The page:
Andor EMCCD camera leads search for Earth-like exoplanets
Fast readout speeds, negligible readout noise, high spatial resolution and photometric accuracy of
ultra-sensitive Andor iXon 897 EMCCD camera improves chance of discovering planets outside our solar system
December 11, 2012
Belfast, 11 December, 2012.
The prospect of success in the search for Earth-like exoplanets capable of supporting life is being enhanced with the adoption
of the Andor iXon 897 EMCCD camera. The ultra-sensitive EMCCD device was chosen by the Stellar Observation Network Group (SONG)
following a study led by Kennet Harpsoe from the Centre for Star and Planet Formation in Copenhagen.
This shows that the camera’s ability to produce images at very high readout speeds and negligible readout noise, even at very low
light levels, is ideal for their high frame rate application. The study also shows that this ground-breaking improvement in spatial
resolution is not at the expense of photometric accuracy or stability and could improve significantly the photometry of faint
stars in extremely dense fields by alleviating crowding.
“Rare gravitational microlensing events, where a star’s gravitational field deviates the light from a background source,
enable us to detect objects as small as an Earth-like exoplanet,” says Kennet Harpsoe of SONG. “However, the likelihood that
two random stars become sufficiently aligned is vanishingly small and almost all microlensing events occur towards the centre
of the Galaxy in the densest fields in the night sky. Consequently, the stars appear as a continuum, where only the brightest
stars can be distinguished as individual stars.
“The significant improvement in resolution, fast readout times and negligible readout noise brought about by the Andor EMCCD camera
is a prerequisite for successfully observing gravitational microlensing events. Our work demonstrates that SONG’s quest to find
small, earth-like exoplanets capable of supporting life through our global network of robotic telescopes can go forward with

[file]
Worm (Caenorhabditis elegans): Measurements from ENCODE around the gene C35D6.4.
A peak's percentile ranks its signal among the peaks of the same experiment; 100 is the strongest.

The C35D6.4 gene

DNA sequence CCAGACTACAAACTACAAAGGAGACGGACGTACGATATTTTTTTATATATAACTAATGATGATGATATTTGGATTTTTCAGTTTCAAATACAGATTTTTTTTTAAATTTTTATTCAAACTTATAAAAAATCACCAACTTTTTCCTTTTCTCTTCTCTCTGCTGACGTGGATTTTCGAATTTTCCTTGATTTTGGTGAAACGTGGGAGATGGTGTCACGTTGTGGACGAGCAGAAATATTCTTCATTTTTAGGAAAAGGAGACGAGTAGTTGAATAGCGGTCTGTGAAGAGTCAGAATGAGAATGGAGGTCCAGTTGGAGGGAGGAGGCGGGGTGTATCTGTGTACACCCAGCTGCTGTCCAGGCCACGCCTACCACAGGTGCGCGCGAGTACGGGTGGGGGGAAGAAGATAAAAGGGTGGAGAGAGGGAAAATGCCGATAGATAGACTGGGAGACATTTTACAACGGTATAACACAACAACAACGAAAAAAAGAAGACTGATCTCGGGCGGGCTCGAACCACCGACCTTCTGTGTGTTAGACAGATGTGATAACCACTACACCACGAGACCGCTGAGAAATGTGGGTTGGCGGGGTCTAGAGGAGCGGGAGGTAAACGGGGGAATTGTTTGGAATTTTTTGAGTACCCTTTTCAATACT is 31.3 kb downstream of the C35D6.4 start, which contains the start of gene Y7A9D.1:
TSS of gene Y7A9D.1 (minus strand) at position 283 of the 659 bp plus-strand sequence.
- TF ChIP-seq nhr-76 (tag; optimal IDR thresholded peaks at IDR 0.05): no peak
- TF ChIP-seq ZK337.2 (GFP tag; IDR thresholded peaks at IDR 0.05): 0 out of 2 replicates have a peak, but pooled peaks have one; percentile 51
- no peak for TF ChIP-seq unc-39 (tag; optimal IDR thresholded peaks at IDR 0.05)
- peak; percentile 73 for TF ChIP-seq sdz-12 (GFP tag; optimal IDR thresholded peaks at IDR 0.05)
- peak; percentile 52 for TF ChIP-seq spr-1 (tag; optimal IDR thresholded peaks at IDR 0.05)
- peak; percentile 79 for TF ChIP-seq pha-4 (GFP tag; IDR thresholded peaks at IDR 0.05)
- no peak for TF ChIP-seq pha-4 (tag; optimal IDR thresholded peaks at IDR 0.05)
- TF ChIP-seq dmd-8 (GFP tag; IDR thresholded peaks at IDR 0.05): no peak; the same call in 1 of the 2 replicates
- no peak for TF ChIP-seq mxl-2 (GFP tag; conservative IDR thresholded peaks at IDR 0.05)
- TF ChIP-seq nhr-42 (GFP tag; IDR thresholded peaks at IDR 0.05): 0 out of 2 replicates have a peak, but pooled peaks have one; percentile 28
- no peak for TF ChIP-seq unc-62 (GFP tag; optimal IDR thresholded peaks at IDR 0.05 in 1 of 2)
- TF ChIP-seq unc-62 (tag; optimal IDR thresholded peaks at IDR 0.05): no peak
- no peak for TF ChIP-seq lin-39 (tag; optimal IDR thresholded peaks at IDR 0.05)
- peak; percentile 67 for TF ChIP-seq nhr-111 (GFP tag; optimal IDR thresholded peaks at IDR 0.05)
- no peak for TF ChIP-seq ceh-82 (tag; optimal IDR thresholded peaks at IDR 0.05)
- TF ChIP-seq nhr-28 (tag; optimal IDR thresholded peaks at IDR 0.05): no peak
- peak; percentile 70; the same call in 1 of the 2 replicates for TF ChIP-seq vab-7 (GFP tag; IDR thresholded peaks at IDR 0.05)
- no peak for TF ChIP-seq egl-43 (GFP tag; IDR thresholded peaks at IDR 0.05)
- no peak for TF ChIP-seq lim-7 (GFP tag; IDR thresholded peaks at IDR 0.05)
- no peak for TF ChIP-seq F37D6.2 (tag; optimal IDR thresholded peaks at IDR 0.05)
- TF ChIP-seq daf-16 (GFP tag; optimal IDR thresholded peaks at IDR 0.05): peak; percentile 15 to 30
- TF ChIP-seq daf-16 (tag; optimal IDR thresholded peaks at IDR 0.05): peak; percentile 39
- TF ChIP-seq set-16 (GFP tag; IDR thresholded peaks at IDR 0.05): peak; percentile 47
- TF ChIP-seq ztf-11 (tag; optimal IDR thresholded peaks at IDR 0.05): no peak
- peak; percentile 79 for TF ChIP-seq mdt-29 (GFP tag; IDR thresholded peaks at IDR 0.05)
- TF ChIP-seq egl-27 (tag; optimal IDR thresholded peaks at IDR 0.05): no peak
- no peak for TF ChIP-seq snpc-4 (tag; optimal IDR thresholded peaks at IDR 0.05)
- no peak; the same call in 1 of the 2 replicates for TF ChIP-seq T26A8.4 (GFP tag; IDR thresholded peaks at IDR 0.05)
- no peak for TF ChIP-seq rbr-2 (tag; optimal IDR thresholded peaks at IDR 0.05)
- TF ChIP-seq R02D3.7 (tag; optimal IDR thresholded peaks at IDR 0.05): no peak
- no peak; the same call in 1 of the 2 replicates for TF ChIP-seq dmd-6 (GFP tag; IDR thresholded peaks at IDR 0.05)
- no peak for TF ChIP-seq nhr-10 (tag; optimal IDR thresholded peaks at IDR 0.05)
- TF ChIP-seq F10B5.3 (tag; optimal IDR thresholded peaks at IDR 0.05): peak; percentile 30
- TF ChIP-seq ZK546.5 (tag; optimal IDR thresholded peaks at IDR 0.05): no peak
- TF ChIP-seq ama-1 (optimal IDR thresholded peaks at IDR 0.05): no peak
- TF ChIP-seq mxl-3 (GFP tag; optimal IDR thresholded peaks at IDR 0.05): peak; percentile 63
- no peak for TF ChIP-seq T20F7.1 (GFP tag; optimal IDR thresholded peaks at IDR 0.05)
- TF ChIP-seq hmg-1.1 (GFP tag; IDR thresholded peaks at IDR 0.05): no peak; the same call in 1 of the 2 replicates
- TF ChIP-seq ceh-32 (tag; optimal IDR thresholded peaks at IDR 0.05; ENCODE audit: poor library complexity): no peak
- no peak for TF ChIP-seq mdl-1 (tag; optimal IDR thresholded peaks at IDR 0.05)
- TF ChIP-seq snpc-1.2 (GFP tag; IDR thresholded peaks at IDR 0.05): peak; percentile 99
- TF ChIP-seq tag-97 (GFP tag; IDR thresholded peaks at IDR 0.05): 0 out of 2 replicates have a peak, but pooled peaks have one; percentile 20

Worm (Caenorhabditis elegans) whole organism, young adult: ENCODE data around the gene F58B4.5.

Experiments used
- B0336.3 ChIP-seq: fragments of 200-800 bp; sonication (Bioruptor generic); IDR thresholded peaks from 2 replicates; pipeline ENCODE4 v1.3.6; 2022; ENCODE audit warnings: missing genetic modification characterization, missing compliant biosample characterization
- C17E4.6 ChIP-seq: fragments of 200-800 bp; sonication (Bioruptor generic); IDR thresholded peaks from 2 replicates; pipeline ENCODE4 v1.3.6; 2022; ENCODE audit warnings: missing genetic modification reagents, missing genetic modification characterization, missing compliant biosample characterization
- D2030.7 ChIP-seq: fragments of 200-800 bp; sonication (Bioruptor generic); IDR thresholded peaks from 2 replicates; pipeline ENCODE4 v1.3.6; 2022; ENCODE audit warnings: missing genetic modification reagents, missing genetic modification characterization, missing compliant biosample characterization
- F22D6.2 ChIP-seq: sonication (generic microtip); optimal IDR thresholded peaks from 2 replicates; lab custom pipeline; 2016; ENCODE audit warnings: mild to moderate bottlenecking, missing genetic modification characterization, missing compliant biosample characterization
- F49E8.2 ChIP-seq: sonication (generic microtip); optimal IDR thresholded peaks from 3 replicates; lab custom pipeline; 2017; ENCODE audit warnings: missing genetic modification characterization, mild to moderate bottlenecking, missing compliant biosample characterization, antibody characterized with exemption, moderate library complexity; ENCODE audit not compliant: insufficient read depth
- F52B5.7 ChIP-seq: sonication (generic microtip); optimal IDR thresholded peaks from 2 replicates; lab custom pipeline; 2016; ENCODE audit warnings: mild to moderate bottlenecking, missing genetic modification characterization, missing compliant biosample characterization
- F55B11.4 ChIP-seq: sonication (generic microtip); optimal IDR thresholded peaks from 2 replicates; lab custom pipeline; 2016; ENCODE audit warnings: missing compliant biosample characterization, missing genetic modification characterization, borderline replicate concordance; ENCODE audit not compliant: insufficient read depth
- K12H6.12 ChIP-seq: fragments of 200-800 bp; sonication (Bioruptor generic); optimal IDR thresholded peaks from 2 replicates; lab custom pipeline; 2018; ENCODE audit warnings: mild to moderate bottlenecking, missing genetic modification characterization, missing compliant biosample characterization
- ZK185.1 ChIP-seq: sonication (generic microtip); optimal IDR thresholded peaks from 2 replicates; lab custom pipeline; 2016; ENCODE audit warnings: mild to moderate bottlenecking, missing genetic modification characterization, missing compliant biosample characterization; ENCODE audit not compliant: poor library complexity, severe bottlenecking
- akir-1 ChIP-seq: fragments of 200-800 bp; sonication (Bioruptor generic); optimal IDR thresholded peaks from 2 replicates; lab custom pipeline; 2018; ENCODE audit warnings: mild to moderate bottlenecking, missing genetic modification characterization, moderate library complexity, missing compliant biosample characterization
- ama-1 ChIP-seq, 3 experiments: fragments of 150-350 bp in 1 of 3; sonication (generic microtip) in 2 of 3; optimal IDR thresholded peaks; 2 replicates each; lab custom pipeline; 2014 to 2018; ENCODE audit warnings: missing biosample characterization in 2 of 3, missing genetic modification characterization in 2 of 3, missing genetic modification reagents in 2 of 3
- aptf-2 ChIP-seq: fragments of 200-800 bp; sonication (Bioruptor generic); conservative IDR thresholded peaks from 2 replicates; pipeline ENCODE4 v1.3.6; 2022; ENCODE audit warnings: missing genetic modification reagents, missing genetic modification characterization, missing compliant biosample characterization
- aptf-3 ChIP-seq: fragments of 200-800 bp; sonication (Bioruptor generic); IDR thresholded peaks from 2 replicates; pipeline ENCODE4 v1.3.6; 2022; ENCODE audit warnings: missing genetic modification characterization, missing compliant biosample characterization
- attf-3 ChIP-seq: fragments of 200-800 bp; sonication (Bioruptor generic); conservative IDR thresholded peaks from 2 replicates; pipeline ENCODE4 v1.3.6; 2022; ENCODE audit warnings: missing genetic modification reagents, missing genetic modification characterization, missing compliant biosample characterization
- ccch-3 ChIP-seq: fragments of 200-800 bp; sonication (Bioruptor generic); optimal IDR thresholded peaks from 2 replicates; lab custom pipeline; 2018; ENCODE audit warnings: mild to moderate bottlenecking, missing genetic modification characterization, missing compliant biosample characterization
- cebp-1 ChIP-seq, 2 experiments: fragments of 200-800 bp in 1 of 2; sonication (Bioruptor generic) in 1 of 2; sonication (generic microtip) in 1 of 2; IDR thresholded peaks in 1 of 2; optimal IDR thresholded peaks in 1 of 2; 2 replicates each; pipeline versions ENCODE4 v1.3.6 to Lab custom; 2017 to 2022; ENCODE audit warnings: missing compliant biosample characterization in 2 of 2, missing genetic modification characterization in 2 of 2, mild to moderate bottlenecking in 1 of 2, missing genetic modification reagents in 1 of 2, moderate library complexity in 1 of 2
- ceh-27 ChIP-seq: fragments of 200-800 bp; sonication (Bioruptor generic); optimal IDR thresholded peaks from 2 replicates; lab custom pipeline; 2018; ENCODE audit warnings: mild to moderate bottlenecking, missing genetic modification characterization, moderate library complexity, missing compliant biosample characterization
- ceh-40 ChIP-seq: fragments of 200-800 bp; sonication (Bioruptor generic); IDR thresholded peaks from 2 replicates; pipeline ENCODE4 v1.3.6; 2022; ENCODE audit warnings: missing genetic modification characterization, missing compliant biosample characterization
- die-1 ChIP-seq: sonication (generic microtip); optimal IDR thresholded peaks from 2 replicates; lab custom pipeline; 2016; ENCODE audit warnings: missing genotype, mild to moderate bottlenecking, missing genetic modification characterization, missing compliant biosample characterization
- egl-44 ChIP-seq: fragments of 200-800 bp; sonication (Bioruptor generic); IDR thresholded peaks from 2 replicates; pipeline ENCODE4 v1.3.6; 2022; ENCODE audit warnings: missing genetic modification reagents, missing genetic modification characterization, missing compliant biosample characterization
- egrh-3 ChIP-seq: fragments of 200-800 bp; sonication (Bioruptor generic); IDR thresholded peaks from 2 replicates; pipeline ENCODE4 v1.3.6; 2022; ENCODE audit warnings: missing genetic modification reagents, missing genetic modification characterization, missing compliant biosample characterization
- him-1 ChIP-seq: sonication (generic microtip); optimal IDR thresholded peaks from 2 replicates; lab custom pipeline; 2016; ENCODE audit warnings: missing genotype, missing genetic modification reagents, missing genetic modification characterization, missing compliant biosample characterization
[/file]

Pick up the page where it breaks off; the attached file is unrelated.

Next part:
confidence”, concludes Harpsoe.
According to Colin Duncan, an imaging application specialist at Andor, “SONG, the Stellar Observations Network Group, is an
initiative of astronomers from the Niels Bohr Institute and Aarhus University and is building a global network of robotic one-metre
telescopes to observe any star around the clock, since the telescopes succeed each other as the star passes overhead.
Although EMCCD‘s have different sources of noise compared to conventional CCDs, Kennet Harpsoe has demonstrated that new methods
for photometric reduction can be developed to ensure that the iXon 897 EMCCD is the ideal detector for high frame rate applications
where resolution is vital.”
In the 17 years since the discovery of the first planet in orbit around another star, more than 600 exoplanets have been detected.
However, almost all are so-called ‘Hot Jupiters’ or ‘Roaster Planets’, giant planets orbiting close to their parent stars with very
high surface temperatures, simply because they are the easiest to visualise. To date, telescopic detection of small Earth-like
objects capable of supporting life has remained virtually impossible.
Gravitational microlensing is an astronomical phenomenon discussed by Einstein in 1915. It occurs when the light from a distant
star or planet is bent due to the gravitational field of a foreground object when they are sufficiently aligned leading to two
unresolved images and observable brightening. Since microlensing observations do not rely on the radiation received from the lens
object, astronomers can study objects no matter how faint. Therefore, it is an ideal technique to study the galactic population of
faint or dark objects, such as brown dwarfs, red dwarfs, white dwarfs, neutron stars, black holes and exoplanets. Since the
microlensing effect is wavelength-independent, source objects emitting any kind of electromagnetic radiation may be studied.
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